What is common in the recent demonstrations in Hungary and in the world?

The wave of demonstrations of civil movements in Hungary are in line with the global trends, namely the mounting resistance against the austerity measures and antidemocratic tendencies. These unfavourable developments in the wake of the multiple crisis have triggered the dissatisfaction of the
majority of the society both in Hungary and all over the world. Three years after the global crises broke out nothing has fundamentally changed. Profits
and bonuses are booming for the big corporations and financial oligarchs, while people are paying the price of their reckless speculation with falling
living standards, cuts in public services and growing unemployment. On top of that the private debt has put many households at the brink of tragedy.
People are fed up and want change.

The first big mass demonstration was started this year in March, when the Facebook Group called One Million for the Freedom of the Press rallied in
Budapest demanding the change of the media law.

The second significant mass protest of civil movements together with the Facebook Group of One Million for the Democracy in alliance with the trade
unions [the so called D(emocracy)-Days] was held end September/early October demanding social and labour rights and rejecting the austerity measures. At the end of the series of protests the organizers of the D-Days has announced the establishment of the Hungarian Solidarity Movement (HSM) as a civil alternative to the current party/parliamentary system. Key figures of HSM declared to build up a broad civil movement from bottom up and to set up alternatives to the current opposition parties. For short term HSM wants to remain a civil movement and might be converted into a political party later.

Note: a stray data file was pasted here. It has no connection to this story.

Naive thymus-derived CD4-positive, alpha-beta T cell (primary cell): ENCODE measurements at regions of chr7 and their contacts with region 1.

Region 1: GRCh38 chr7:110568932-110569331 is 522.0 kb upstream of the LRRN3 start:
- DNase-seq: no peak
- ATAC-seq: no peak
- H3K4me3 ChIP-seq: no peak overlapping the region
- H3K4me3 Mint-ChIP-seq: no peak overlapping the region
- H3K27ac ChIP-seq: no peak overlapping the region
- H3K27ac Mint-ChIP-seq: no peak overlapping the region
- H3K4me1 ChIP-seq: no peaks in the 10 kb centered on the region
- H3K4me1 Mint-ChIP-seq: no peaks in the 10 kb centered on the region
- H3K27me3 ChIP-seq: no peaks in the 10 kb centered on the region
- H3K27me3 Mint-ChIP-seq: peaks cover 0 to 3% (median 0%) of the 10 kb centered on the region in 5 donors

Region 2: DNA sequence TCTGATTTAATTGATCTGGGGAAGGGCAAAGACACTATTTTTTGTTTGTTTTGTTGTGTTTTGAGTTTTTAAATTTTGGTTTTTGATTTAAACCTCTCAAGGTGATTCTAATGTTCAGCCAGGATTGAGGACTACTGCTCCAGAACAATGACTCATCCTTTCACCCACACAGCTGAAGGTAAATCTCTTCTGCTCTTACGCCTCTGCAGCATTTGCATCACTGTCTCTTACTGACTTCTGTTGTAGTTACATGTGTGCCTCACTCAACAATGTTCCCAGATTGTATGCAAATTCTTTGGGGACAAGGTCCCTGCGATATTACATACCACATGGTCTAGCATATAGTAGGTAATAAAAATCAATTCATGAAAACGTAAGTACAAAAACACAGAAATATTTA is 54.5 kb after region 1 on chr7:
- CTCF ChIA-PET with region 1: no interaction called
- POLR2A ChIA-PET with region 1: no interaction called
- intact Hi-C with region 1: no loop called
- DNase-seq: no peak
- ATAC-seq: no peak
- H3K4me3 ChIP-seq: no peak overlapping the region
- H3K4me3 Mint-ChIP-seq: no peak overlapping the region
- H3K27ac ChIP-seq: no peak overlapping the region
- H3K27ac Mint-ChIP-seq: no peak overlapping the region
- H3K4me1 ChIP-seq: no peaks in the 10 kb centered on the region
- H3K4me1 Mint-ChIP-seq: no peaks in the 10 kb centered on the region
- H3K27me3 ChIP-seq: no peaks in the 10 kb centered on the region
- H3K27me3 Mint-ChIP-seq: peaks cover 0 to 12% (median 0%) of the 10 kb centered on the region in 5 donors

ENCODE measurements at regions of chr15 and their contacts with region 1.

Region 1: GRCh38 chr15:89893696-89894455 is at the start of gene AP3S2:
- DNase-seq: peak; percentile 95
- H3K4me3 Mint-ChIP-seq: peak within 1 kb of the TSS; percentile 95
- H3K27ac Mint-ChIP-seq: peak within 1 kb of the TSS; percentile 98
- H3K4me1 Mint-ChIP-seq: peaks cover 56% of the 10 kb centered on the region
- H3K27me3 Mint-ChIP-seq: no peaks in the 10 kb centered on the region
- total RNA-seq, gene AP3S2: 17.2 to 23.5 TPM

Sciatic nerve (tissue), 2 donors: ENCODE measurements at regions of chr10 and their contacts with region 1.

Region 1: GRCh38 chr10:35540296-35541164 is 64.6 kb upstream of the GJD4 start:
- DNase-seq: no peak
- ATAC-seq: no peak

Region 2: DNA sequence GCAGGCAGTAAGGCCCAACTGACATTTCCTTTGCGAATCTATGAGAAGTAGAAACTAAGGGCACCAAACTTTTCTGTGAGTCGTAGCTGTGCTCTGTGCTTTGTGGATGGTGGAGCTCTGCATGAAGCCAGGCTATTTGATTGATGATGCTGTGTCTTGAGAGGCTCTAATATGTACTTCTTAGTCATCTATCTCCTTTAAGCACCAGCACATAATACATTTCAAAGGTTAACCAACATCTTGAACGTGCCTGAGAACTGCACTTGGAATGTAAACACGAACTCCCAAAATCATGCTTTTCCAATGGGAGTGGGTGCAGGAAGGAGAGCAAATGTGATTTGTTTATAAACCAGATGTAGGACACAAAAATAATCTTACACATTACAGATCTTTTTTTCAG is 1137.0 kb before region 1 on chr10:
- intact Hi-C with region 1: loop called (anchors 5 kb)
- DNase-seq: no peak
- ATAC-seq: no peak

The global Day of Action named “Wold Revolution- Real Democracy Now!” on October 15 was initiated by the Spanish indignados to occupy the public
squares and streets. The Democracia Real Ya! (DRY) Movement has got inspirations from the uprisings in Egypt and Tunisia as well as from the
Occupy Wall Street protests. All these demonstrations are common in targeting the global capitalism. The Hungarian DRY-movement follows the
Spanish methodology and shares a strong commitment to direct (participatory) democracy. The main characteristic of the initiative in Hungary is that it is free from any party or NGO influence, the organizers of the October 15 event were individuals only.

The recent big mass demonstration of the civil movements was held yesterday in Budapest near Elisabeth bridge, where tens of thousands of people
rallied and demanded systemic change. All of the seven speakers sharply criticized the government for its policies and antidemocratic, dictatorial
decisions, the treatment of the Roma and the homeless, the attacks on the country’s cultural institutions, the erosion of democracy, the violation of
workers’ rights and the arrogance of the government, its rule by force. Organizers of the demonstration distributed fifty thousand press pass saying
all demonstrators must be journalists. Spokesman of the One Million for the Freedom of the Press announced that within two weeks a campaign will be launched to seek for an “alternative President” who will be inaugurated at the next protest on 15th March 2012, because the official media do normally falsify and be little the event.

Budapest, 24th October 2011.

Matyas Benyik